Gage v. Herring - 107 U.S. 640 (1883)
U.S. Supreme Court
Gage v. Herring, 107 U.S. 640 (1883)
Gage v. Herring
Decided May 7, 1883
107 U.S. 640
1. Where, within four months before their expiration, letters patent covering a single claim for a combination of several elements are reissued and extended, with the same description as before but containing in addition to the original claim one for a combination of some of the elements only, the reissue is invalid as to the new claim.
2. Letters patent for a combination of several elements are not infringed by using less than all the elements.
3. In letters patent for an improvement in cooling and drying meal during its passage from the millstones to the bolts, the claim was for the arrangement and combination of a fan, producing a suction blast; the meal chest; a spout forming a communication between the fan and the meal chest; a dust room above, to catch the lighter part of the meal thrown upwards by the current of air; a rotating spirally flanched shaft in the meal chest conveying the meal to the elevator; a similar shaft in the dust room conveying the meal dust to the elevator, and the elevator, taking the meal to the bolts. Within four months before the expiration of the letters, they were reissued and extended with two claims, the one a repetition of the original claim and the other for the combination of the fan, the communicating spout, the meal chest with the conveying shaft in it, and the elevator, but omitting the dust room with its conveying shaft. Held that the reissue is valid for the old claim only, and is not infringed by the use of the fan, spout, meal chest with its conveying shaft, elevator, and dust room without any conveying shaft in the dust room or other mechanism performing the same function.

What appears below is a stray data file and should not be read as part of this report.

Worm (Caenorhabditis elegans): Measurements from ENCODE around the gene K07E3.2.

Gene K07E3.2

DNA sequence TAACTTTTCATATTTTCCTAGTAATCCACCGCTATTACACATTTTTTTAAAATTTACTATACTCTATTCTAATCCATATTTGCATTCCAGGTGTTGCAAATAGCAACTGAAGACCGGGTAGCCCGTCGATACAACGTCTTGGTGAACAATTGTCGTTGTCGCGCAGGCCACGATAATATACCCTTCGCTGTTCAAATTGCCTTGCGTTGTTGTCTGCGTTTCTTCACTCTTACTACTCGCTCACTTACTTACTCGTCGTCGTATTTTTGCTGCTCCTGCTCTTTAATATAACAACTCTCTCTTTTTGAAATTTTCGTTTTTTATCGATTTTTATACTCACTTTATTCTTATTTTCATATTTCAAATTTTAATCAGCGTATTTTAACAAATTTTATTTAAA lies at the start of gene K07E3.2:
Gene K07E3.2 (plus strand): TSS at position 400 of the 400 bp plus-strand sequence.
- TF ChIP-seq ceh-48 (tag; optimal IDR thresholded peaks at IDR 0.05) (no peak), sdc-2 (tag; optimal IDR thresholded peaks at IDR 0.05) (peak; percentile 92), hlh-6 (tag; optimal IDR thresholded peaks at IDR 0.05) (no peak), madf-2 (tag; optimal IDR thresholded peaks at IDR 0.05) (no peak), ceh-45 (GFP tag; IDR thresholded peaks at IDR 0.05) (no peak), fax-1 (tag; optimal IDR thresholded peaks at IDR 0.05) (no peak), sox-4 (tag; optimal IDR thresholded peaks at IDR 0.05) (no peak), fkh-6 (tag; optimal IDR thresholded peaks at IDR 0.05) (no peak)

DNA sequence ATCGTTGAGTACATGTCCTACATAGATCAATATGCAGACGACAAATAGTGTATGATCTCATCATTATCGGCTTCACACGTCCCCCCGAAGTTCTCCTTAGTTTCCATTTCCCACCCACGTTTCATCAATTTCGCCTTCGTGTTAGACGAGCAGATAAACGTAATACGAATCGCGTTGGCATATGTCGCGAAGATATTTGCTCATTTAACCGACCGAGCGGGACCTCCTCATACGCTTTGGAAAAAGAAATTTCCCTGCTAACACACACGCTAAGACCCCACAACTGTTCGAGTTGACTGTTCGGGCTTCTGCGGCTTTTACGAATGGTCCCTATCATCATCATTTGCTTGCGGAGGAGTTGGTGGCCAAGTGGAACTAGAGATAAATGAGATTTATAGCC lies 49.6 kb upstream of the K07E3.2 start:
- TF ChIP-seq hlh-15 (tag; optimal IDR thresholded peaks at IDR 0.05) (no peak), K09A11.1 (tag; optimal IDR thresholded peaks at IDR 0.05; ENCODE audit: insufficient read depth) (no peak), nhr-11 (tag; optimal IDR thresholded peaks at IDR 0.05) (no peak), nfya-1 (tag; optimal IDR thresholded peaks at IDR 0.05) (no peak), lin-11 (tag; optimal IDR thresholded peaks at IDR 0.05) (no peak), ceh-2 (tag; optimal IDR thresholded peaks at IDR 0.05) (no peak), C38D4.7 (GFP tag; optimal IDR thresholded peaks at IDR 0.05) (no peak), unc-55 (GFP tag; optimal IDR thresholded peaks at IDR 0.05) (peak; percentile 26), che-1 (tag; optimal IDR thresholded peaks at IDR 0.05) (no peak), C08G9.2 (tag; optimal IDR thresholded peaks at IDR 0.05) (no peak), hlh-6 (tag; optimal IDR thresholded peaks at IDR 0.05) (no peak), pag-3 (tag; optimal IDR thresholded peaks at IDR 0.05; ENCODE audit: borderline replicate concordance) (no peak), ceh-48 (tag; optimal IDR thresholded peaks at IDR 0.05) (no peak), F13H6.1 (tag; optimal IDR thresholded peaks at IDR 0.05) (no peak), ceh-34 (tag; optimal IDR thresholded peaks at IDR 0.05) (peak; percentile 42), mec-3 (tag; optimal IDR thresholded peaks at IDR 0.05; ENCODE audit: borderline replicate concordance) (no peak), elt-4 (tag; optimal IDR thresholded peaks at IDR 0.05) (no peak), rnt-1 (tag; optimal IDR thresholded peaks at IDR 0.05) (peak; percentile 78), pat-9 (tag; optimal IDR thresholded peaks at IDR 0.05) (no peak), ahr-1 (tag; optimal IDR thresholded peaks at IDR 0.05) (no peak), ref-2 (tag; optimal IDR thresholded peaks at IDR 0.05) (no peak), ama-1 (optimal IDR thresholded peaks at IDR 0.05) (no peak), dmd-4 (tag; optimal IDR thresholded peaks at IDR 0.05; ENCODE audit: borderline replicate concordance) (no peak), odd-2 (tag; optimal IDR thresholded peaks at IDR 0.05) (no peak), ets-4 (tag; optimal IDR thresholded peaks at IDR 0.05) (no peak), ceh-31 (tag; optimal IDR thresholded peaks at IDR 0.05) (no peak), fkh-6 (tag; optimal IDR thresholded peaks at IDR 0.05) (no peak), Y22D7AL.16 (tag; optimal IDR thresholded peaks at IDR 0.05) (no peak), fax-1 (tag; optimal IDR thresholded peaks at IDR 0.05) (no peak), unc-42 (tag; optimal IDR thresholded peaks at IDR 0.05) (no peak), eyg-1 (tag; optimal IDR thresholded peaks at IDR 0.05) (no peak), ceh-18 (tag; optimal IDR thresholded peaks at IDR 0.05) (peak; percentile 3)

The case is stated in the opinion of the Court.